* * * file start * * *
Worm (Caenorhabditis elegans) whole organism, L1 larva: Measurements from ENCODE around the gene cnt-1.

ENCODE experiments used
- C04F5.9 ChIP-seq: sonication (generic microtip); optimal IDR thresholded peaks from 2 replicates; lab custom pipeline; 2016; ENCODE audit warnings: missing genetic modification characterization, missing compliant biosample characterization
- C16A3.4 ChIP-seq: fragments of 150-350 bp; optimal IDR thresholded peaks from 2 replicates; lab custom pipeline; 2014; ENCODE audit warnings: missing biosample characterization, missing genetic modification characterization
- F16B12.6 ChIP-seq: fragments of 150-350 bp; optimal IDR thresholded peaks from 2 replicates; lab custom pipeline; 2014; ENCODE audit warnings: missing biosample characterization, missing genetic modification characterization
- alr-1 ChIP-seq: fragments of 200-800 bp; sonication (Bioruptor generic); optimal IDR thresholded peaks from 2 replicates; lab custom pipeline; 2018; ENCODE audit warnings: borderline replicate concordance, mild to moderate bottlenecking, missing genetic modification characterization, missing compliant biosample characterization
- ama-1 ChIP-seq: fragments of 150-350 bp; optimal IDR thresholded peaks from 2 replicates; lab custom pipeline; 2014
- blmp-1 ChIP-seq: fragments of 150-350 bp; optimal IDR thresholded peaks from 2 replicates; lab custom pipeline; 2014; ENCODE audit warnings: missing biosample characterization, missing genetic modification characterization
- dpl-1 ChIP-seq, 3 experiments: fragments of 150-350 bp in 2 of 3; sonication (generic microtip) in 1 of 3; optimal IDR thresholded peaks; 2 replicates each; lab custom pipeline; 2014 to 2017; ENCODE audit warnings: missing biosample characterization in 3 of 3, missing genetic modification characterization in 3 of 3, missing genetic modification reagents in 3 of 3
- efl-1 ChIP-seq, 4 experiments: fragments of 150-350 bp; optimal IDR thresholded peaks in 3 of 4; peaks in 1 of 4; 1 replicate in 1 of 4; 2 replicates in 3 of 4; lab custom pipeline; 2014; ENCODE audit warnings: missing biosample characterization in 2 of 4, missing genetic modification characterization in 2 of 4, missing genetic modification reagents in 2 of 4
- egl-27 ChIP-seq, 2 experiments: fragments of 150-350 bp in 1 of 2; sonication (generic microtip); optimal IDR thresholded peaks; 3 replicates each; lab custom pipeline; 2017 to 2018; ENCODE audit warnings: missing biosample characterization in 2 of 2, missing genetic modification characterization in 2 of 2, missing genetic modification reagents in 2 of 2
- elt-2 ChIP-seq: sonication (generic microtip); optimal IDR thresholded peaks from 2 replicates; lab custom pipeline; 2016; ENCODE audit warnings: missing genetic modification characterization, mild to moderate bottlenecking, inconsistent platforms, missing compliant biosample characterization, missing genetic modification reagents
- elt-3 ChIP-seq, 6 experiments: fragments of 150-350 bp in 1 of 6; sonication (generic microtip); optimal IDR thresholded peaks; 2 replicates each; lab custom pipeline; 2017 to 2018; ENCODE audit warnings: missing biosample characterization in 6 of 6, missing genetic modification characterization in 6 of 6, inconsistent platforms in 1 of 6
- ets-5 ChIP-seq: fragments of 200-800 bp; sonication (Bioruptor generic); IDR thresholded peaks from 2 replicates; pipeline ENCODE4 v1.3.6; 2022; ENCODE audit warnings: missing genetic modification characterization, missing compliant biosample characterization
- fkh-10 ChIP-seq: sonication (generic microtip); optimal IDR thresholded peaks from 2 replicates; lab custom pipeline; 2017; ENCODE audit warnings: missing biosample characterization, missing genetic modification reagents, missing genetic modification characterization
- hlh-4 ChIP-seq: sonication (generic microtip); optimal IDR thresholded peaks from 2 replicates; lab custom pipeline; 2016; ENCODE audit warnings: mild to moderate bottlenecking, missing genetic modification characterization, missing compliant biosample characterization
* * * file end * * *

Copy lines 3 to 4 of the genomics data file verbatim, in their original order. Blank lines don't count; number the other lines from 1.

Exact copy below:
- C04F5.9 ChIP-seq: sonication (generic microtip); optimal IDR thresholded peaks from 2 replicates; lab custom pipeline; 2016; ENCODE audit warnings: missing genetic modification characterization, missing compliant biosample characterization
- C16A3.4 ChIP-seq: fragments of 150-350 bp; optimal IDR thresholded peaks from 2 replicates; lab custom pipeline; 2014; ENCODE audit warnings: missing biosample characterization, missing genetic modification characterization